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Re: really big question

Dino Guy Ralph (ralph.miller@alumni.usc.edu) wrote:

<Thus far, the best evidence for tubercular integument in theropods occurs
on _Carnotaurus_ and (according to an abstract in last year's SVP meeting 
volume) _Allosaurus_.  No coelurosaur is known to have sported such a
pelt. If you accept that ornithomimids were coelurosaurs no more basal
than compsognathids, then you must conclude that it is probable that they,
too,  were feathered.>

  The holotype specimen of *Scansoriopteryx* shows a tail with tubercular,
roughly rhomboid scales on a patch of the tail, preserved as impressions,
leading some (including myself) to hypothesize that the tail lacked
feathery integument at least on one portion (like scaly-tailed squirrels)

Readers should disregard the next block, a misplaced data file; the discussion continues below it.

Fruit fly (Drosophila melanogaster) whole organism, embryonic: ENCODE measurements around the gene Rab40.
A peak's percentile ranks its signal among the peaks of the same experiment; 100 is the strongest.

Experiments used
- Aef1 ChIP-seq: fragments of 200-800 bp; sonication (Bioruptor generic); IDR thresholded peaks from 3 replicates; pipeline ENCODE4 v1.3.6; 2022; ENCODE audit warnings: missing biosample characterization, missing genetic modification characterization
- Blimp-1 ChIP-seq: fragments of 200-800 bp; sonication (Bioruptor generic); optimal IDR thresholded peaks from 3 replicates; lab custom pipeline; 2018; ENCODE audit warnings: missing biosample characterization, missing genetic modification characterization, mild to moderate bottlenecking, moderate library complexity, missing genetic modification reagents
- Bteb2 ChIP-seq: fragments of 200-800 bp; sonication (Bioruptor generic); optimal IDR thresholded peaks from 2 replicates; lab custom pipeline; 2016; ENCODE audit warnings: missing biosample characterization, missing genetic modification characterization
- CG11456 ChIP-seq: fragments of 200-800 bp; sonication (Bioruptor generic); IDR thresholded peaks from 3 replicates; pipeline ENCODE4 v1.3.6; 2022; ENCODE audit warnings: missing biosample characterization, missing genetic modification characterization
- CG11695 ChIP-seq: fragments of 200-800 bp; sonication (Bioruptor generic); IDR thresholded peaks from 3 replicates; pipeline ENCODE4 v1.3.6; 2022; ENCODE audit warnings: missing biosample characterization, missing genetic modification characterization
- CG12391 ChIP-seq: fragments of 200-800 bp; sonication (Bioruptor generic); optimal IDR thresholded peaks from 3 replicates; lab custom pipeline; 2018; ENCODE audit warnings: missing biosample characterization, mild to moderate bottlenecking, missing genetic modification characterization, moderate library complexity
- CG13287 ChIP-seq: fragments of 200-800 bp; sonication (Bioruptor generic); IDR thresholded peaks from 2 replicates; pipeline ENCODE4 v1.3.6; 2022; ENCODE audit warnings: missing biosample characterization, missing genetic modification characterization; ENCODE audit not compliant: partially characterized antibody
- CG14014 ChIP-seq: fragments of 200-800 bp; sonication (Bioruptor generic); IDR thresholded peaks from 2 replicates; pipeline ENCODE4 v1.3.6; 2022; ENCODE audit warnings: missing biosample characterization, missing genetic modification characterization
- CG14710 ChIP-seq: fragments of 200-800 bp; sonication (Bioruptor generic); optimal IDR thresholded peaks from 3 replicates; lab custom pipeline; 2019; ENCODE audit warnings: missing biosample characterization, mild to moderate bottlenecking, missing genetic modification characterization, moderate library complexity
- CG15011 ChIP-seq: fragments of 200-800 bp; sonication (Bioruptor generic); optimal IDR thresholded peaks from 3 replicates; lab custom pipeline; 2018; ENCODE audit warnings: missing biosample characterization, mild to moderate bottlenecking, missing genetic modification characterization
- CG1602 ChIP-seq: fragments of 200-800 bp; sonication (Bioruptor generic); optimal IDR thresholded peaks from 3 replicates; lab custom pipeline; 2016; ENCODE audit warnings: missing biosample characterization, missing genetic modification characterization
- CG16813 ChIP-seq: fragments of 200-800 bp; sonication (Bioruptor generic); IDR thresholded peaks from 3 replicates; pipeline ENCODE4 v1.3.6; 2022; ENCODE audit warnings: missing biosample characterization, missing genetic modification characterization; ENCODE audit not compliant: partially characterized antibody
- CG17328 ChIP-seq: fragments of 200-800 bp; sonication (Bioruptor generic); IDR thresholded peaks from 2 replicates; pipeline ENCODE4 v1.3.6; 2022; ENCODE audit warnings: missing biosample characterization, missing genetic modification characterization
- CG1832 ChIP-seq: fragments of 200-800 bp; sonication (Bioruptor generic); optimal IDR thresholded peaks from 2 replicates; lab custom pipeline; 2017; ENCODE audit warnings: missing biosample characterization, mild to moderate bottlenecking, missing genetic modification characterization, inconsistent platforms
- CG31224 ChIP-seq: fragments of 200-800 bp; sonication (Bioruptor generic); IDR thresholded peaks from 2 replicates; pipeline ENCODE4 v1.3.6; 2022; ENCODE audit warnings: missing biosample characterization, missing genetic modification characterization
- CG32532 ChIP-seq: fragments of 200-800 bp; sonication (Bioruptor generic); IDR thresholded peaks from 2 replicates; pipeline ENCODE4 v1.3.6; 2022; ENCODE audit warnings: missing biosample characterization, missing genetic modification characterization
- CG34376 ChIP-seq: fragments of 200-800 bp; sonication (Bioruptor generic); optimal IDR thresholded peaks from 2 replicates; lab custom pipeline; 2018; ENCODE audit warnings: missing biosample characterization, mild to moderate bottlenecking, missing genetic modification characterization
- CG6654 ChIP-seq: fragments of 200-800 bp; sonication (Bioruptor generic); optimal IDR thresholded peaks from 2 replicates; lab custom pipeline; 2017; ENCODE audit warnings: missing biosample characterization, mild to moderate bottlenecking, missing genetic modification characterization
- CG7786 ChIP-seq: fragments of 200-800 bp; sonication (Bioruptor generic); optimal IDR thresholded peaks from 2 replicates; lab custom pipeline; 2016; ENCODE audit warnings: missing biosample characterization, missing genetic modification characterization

or all of it (like in muroid rodents). In addition, "Dave" sports
scutellate scales on the pes, similar to those few non-dinosaurian,
non-pterosaurian reptiles recovered from the Yixian. 


Jaime A. Headden

  Little steps are often the hardest to take.  We are too used to making leaps 
in the face of adversity, that a simple skip is so hard to do.  We should all 
learn to walk soft, walk small, see the world around us rather than zoom by it.

"Innocent, unbiased observation is a myth." --- P.B. Medawar (1969)

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